10.5. UNION, CASE, and Related Constructs

SQL UNION constructs must match up possibly dissimilar types to become a single result set. The resolution algorithm is applied separately to each output column of a union query. The INTERSECT and EXCEPT constructs resolve dissimilar types in the same way as UNION. The CASE, ARRAY, VALUES, GREATEST and LEAST constructs use the identical algorithm to match up their component expressions and select a result data type.

Type Resolution for UNION, CASE, and Related Constructs

  1. If all inputs are of the same type, and it is not unknown, resolve as that type.

  2. If any input is of a domain type, treat it as being of the domain's base type for all subsequent steps. [1]

  3. If all inputs are of type unknown, resolve as type text (the preferred type of the string category). Otherwise, unknown inputs are ignored.

  4. If the non-unknown inputs are not all of the same type category, fail.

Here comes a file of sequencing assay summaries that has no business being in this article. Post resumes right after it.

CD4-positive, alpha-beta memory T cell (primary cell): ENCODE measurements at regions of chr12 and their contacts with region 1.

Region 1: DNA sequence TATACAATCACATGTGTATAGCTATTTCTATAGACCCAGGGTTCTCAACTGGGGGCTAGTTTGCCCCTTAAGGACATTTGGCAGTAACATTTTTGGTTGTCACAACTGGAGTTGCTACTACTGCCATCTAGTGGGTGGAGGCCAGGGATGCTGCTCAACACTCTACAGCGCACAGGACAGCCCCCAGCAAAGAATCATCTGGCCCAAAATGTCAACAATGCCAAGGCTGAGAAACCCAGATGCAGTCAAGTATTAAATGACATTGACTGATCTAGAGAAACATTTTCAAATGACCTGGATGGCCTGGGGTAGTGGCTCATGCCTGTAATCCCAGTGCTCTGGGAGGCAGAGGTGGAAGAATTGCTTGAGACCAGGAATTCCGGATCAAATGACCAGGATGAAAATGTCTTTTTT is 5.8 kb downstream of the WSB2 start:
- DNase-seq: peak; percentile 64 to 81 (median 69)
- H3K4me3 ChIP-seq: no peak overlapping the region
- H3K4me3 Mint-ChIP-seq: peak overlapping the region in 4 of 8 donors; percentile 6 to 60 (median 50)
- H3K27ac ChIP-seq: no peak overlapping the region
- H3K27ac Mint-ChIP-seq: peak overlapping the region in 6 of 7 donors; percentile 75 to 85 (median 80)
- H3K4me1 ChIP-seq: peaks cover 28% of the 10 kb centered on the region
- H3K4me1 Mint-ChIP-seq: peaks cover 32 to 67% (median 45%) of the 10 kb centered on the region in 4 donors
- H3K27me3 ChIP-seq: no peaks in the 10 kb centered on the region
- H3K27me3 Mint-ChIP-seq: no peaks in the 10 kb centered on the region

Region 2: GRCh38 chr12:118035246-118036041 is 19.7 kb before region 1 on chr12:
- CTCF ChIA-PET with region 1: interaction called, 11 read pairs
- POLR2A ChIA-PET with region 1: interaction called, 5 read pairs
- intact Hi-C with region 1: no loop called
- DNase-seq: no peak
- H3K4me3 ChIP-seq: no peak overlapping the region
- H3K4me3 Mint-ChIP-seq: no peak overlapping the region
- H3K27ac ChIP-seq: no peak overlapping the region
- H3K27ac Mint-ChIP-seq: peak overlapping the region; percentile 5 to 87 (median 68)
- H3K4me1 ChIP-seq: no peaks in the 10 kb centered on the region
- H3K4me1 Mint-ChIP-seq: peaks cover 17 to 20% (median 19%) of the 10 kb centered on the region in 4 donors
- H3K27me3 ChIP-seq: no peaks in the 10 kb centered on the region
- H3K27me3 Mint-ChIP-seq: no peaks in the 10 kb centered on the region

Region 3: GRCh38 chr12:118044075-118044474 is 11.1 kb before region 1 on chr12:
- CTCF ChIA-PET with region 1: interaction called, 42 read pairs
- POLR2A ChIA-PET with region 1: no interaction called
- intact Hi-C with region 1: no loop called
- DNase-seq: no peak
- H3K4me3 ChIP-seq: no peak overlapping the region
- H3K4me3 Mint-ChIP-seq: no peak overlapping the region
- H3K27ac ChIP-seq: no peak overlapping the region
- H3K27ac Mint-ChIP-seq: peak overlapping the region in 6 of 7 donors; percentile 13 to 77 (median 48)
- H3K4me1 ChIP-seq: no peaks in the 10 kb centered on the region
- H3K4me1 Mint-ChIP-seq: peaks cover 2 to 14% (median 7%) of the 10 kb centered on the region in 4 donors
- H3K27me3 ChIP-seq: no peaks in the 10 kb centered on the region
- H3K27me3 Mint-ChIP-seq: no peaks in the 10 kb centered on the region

5. Choose the first non-unknown input type which is a preferred type in that category, if there is one.

  6. Otherwise, choose the last non-unknown input type that allows all the preceding non-unknown inputs to be implicitly converted to it. (There always is such a type, since at least the first type in the list must satisfy this condition.)

  7. Convert all inputs to the selected type. Fail if there is not a conversion from a given input to the selected type.

Some examples follow.

Example 10-9. Type Resolution with Underspecified Types in a Union

SELECT text 'a' AS "text" UNION SELECT 'b';

(2 rows)

Here, the unknown-type literal 'b' will be resolved to type text.

Example 10-10. Type Resolution in a Simple Union

SELECT 1.2 AS "numeric" UNION SELECT 1;

(2 rows)

The literal 1.2 is of type numeric, and the integer value 1 can be cast implicitly to numeric, so that type is used.

Example 10-11. Type Resolution in a Transposed Union


(2 rows)

Here, since type real cannot be implicitly cast to integer, but integer can be implicitly cast to real, the union result type is resolved as real.



Somewhat like the treatment of domain inputs for operators and functions, this behavior allows a domain type to be preserved through a UNION or similar construct, so long as the user is careful to ensure that all inputs are implicitly or explicitly of that exact type. Otherwise the domain's base type will be preferred.